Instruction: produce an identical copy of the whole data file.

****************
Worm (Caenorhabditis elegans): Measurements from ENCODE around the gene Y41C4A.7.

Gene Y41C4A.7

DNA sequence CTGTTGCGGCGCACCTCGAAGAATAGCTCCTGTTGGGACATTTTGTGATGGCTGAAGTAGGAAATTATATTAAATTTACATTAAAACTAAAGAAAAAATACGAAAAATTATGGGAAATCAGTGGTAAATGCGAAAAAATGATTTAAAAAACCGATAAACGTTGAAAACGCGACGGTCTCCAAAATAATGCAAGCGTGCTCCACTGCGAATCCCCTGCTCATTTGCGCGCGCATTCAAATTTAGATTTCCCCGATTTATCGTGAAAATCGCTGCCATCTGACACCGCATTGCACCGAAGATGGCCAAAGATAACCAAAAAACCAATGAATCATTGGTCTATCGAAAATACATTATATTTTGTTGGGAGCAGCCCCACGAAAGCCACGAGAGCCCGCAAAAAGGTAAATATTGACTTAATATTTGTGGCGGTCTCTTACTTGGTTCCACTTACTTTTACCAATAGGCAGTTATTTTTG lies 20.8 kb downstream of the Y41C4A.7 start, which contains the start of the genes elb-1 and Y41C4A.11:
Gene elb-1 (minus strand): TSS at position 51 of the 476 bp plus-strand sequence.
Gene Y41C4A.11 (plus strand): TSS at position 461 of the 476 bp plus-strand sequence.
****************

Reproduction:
Worm (Caenorhabditis elegans): Measurements from ENCODE around the gene Y41C4A.7.

Gene Y41C4A.7

DNA sequence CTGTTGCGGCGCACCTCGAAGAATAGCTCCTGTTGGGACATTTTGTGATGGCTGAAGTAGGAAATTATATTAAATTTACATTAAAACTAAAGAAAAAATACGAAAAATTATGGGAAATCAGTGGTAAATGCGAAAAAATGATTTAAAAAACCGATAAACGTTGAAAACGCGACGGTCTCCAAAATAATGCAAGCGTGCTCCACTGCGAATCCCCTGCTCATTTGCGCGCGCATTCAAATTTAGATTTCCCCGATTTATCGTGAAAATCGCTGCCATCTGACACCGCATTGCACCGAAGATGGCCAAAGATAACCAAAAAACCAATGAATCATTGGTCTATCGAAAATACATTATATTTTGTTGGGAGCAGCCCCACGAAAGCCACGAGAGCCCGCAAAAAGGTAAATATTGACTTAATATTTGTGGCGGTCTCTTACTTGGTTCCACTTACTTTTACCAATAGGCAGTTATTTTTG lies 20.8 kb downstream of the Y41C4A.7 start, which contains the start of the genes elb-1 and Y41C4A.11:
Gene elb-1 (minus strand): TSS at position 51 of the 476 bp plus-strand sequence.
Gene Y41C4A.11 (plus strand): TSS at position 461 of the 476 bp plus-strand sequence.